The Vietnamese language belongs to a language group which was established a long time ago in East Asia. Changes in material conditions over many centuries and the increasing demands of cultural life have influenced the Vietnamese language.
While adopting many elements of the Chinese language, the Vietnamese people changed many Chinese words, gradually creating Han-Viet (Chinese-Vietnamese) which incorporated purely Vietnamese words. Vietnamization not only applied to the Chinese language, but also to French and other language groups, creating a diverse vocabulary for the Vietnamese language.
When the multi-ethnic Vietnamese nation was taking shape, a great monarchy was established in the North, and it began a southward expansion. The Vietnamese nation underwent thousands of years of Northern domination. This was why Chinese was used for a long time as the official written language. Local mandarins of various levels were allowed to sit for examinations in the Northern Court (China), and were recruited into the administrative machinery of foreign invaders.
Based on Chinese characters, the Vietnamese worked out a unique writing system of their own called Chu Nom. In Chu Nom, two Chinese characters were usually combined, one of which indicated the meaning of the Vietnamese word, while the other indicated pronunciation. Chu Nom was welcomed and widely used by the masses in their daily life, as well as in transcribing their national history and literature. According to researchers, Chu Nom probably originated around the end of the Northern domination period and early in the 10th century (the independence period). The oldest evidence of Chu Nom currently available is a stele in the Bao An Pagoda in Yen Lang, Vinh Phu province, dating back to 1209 AD (Ly Dynasty). It was not until the 13th century under the Tarn dynasty that Chu Nom was systematized and used in literature.
Nguyen Thuyen (alias Han Thuyen) and Nguyen Si Co wrote poems in Chu Nom. Ho Quy Ly (1400 AD) made Chinese textbooks which translated the Vietnamese language using the Chu Nom writing system. He also used Chu Nom to write royal proclamations and ordinances. In the 15th century, Nguyen Trai, a national hero, used Chu Nom to write 250 poems in Quoc Am Thi Tap (Collection of Poems in the National Language). The Chu Nom literature continued to be developed from the 16th century onwards and totally dominated national literary circles. Ba Huyen Thanh Quan (the wife of the Chief of Thanh Quan district), Cao Ba Quat and Kieu Story of Nguyen Du, and the translation of Chinh Phu Ngam (Lament of a Wife Whose Husband has Gone to War) by Doan Thi Diem were quite noteworthy poems.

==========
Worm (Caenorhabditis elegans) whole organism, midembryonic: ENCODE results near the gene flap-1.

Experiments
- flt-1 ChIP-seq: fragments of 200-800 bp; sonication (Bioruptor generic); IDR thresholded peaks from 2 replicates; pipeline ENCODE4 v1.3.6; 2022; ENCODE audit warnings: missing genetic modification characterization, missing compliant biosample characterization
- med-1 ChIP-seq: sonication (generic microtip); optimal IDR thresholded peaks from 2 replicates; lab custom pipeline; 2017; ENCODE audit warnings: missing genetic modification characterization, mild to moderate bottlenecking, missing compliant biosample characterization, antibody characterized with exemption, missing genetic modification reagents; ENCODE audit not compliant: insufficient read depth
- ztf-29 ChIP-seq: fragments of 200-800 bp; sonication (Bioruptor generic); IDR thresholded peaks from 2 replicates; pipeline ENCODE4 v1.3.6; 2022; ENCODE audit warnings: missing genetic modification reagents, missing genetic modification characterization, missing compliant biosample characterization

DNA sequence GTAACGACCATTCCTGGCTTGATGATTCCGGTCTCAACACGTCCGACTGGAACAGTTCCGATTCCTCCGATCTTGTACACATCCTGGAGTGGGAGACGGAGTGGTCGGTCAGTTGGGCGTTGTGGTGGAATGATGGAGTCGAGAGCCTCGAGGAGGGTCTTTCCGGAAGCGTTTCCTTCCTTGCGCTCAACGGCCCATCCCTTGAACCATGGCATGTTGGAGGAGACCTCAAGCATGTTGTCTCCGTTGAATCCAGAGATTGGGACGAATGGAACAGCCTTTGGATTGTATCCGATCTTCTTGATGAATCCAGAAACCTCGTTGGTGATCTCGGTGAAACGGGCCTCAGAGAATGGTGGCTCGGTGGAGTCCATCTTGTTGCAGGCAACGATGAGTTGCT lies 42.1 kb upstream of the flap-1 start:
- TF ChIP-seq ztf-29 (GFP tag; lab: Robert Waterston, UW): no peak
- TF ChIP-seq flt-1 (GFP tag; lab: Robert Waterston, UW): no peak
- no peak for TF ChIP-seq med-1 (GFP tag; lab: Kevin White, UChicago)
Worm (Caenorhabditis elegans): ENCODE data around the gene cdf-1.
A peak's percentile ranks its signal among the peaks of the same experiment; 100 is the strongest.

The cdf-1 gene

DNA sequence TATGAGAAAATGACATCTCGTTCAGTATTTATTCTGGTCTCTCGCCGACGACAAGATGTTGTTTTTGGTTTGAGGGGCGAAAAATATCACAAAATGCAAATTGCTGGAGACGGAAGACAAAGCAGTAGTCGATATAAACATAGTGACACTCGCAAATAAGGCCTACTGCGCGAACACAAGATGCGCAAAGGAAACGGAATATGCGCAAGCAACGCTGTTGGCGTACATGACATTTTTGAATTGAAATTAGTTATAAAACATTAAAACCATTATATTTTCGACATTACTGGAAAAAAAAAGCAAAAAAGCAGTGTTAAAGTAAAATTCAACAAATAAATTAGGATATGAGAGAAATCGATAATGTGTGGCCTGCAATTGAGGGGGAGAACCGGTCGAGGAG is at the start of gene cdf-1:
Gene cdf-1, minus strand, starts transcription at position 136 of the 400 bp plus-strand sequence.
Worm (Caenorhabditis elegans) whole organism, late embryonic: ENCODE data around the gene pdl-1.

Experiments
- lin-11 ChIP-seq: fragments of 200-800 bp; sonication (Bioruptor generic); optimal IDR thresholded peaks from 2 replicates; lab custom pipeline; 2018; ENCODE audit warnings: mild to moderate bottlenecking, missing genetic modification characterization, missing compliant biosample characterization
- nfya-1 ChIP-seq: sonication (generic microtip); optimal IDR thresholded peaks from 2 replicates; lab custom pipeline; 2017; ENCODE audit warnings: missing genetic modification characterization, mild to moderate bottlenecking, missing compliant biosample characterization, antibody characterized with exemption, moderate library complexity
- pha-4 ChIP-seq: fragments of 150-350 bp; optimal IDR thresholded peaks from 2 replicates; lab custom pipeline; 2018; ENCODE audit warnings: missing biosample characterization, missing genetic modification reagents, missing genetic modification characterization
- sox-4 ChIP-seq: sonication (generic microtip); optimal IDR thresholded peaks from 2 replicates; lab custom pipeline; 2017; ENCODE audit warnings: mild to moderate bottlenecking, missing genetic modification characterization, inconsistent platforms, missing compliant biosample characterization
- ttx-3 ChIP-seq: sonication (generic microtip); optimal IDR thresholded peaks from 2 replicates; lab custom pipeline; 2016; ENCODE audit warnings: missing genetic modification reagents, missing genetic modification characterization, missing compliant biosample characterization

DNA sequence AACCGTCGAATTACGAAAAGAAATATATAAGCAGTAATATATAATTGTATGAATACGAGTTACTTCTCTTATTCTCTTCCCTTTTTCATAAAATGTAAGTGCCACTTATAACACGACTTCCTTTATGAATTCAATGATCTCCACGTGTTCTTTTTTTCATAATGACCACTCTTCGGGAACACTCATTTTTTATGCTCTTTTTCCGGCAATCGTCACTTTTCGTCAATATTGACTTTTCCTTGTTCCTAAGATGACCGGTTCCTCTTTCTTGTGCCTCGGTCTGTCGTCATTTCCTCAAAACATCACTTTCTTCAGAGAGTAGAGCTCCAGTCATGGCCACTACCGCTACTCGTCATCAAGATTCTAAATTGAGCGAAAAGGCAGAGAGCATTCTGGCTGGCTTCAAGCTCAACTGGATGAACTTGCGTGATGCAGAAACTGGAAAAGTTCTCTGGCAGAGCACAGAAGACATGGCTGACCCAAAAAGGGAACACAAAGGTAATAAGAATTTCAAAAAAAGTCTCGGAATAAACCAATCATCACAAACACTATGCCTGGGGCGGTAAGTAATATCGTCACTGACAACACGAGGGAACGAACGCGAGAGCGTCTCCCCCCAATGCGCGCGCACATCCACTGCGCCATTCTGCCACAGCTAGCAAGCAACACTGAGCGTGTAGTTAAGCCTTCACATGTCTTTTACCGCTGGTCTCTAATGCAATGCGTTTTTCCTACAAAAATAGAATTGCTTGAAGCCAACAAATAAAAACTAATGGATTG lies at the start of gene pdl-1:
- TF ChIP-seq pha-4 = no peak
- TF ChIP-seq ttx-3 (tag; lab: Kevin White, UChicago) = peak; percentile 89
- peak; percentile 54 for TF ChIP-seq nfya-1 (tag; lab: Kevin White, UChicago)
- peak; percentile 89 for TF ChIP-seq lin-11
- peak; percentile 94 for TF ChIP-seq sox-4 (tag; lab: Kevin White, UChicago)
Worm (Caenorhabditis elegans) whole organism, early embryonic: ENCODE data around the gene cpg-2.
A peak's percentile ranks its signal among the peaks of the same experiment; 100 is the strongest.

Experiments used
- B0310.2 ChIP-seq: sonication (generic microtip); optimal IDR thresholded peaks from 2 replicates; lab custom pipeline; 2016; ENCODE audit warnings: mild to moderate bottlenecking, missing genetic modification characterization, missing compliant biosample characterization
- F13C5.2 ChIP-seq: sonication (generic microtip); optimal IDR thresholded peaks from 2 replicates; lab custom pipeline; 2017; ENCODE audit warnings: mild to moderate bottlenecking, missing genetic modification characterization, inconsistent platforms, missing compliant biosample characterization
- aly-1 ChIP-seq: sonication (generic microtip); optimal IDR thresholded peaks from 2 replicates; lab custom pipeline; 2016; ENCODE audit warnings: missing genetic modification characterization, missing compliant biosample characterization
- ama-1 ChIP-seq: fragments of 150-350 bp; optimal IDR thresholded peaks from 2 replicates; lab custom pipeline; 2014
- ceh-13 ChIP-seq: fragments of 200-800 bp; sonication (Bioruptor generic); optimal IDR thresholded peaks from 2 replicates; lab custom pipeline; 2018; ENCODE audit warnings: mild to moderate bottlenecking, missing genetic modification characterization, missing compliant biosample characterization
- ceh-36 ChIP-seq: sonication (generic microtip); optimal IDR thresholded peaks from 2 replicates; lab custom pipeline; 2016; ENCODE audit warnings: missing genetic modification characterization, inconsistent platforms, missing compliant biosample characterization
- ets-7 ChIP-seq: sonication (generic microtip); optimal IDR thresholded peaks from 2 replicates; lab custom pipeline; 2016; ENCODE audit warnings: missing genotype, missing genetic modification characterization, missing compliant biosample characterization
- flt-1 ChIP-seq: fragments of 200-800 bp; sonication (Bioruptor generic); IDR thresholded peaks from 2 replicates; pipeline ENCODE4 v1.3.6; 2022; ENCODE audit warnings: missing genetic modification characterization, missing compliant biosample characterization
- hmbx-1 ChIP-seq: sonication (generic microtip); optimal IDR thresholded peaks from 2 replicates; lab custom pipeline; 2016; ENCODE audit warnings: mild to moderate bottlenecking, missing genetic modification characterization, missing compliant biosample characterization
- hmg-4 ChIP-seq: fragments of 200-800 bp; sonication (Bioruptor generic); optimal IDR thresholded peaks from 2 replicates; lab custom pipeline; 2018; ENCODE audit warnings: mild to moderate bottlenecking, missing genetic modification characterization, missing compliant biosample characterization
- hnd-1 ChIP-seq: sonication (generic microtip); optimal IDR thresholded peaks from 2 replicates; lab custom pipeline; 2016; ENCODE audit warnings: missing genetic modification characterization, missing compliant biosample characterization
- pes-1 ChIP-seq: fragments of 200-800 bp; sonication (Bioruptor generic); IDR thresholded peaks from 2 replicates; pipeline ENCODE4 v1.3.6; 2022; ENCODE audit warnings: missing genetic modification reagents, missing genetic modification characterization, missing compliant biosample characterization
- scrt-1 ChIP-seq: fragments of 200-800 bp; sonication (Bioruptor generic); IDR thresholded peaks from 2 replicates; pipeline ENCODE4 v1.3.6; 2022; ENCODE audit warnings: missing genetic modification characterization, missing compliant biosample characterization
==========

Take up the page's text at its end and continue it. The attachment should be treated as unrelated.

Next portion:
In conjunction with the development of the nation, the Vietnamese language was constantly developed and improved. Around the 17th century, western missionaries came to Vietnam and learned Vietnamese in order to disseminate Catholicism. They developed a romanced script to represent the Quoc Ngu (meaning national language) in order to translate prayer books and catechisms. A number of Portuguese and Italian missionaries used Quoc Ngu to compile catechisms and Portuguese-Vietnamese and Vietnamese-Portuguese dictionaries. Based on these works, Alexandre de Rhodes, a French Jesuit missionary, published the Vietnamese Portuguese-Latin dictionary which was a fundamental catechism in Rome from 1649-1651. After Alexandre de Rhodes, Quoc Ngu was further improved by foreign missionaries and Vietnamese scholars.
In 1867, some colonial schools began to teach Quoc Ngu. It was not until early in the 20th century that Quoc Ngu became widely used in the local primary educational system. The introduction of Quoc Ngu constituted a new step in the development of the Vietnamese language. While romanization received a reserved welcome in other Asian countries, it recorded extraordinary success in Vietnam, creating favorable conditions for cultural and intellectual development.